Thursday, June 1, 2017
“Why have I not yet written about ugly people in literature?”—that’s the thought that occurred to me when I looked in the mirror this morning. Ha ha. But anyway, recent writers (maybe even you) have been incorporating less-than-glamorous characters into their works. Let's find out why...
First of all, the title of this reflection utilizes the word “igly”. No matter what my spell-check says, that’s not a typo; it’s apparently a very elusive and unused word. According to Bart King’s The Big Book of Boy Stuff (one of my many hallowed texts), “igly” means “Really, really ugly.” On the other hand, the online Urban Dictionary defines the word slightly differently, saying that it means “The quality of being ugly and cute at the same time.” Every other dictionary denies the word exists; this obviously indicates that the word is an underrepresented minority, and therefore needs to be given our full appreciation and support! But social justice aside, the slightly differing definitions actually don’t worry me—both of them will serve my purposes here. More on that in a minute.
So, on to literature. Fortunately the literary spectrum is not wholly populated by beautiful people, and thank goodness; if the main characters were always gorgeous, the rest of us non-pop-stars would probably find them less relatable. Take the comic book Valerian, for instance. In my efforts to broaden my sci-fi database, I checked out a copy from my local library and burned through it in a day. While I was more than impressed with the artful world-building (I can only pray the upcoming CGI cinematic adaptation will do it justice), it seemed the sworn duty of every single character to mention how pretty Laureline was. It became my litmus test for the moral bend for each individual; if they noticed how hot Valerian’s sidekick was—even if the observers were of a wholly different species—they were on the side of the good. It got exhausting; Yes, she’s pretty, get over it was my reaction less than halfway through the adventure. Therefore, it’s not surprising that a more relatable and less picturesque protagonist has emerged over the years, acting as a counterpoint to the familiar “Beauty Culture”. However, in its popularity, it has become a separate trend in itself, and as with all trends, it should be analyzed. Why do we use it—and if you are also a writer, why do you use it?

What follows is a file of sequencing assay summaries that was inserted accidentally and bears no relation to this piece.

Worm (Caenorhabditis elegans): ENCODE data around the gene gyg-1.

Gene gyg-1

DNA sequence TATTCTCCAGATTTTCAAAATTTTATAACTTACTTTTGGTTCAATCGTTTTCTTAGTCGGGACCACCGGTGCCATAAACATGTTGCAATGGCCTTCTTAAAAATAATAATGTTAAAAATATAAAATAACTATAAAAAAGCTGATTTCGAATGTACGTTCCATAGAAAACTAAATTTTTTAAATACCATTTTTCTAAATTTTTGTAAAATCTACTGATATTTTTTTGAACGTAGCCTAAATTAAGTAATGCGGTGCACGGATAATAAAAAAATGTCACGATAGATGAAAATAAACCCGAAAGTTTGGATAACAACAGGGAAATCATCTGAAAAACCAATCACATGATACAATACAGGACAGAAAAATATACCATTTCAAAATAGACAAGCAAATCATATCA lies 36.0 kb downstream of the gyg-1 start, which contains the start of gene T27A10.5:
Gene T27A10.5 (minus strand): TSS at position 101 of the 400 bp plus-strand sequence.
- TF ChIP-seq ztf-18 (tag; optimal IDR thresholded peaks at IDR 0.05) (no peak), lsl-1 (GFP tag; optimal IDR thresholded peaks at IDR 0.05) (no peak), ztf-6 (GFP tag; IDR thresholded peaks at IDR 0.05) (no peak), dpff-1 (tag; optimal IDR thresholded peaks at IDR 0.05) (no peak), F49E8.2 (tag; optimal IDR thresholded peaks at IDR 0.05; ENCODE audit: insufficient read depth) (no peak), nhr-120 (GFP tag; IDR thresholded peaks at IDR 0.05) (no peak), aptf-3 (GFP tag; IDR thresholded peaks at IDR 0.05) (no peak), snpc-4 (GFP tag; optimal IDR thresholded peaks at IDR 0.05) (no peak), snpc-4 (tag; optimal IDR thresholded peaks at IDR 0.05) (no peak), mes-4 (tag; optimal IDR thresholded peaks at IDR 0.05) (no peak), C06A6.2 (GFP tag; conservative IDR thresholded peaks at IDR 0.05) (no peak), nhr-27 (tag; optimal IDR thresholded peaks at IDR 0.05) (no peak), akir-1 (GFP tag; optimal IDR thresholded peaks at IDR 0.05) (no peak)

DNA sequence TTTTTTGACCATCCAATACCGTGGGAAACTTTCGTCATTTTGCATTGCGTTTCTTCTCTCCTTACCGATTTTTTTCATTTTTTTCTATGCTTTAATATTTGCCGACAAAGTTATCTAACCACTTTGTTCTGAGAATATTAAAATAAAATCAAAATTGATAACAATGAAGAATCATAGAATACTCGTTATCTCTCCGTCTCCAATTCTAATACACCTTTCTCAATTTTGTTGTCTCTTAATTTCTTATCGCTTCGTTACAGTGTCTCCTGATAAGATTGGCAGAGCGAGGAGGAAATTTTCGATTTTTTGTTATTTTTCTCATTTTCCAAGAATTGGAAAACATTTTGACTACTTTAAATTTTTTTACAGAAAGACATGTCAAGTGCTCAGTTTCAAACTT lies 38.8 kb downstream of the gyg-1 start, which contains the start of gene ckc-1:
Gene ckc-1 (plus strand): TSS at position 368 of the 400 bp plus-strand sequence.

However, if I analyze all of ugliness, it would take way too long. Plus I’d have to study more things along the lines of stereotypes and popularity and cultural norms of beauty, and that can get pretty boring after extended exposure. For both of our sakes, then, I’m limiting my analysis to this category: Characters Who Do Not See Themselves as Appealing.
It’s still a large list.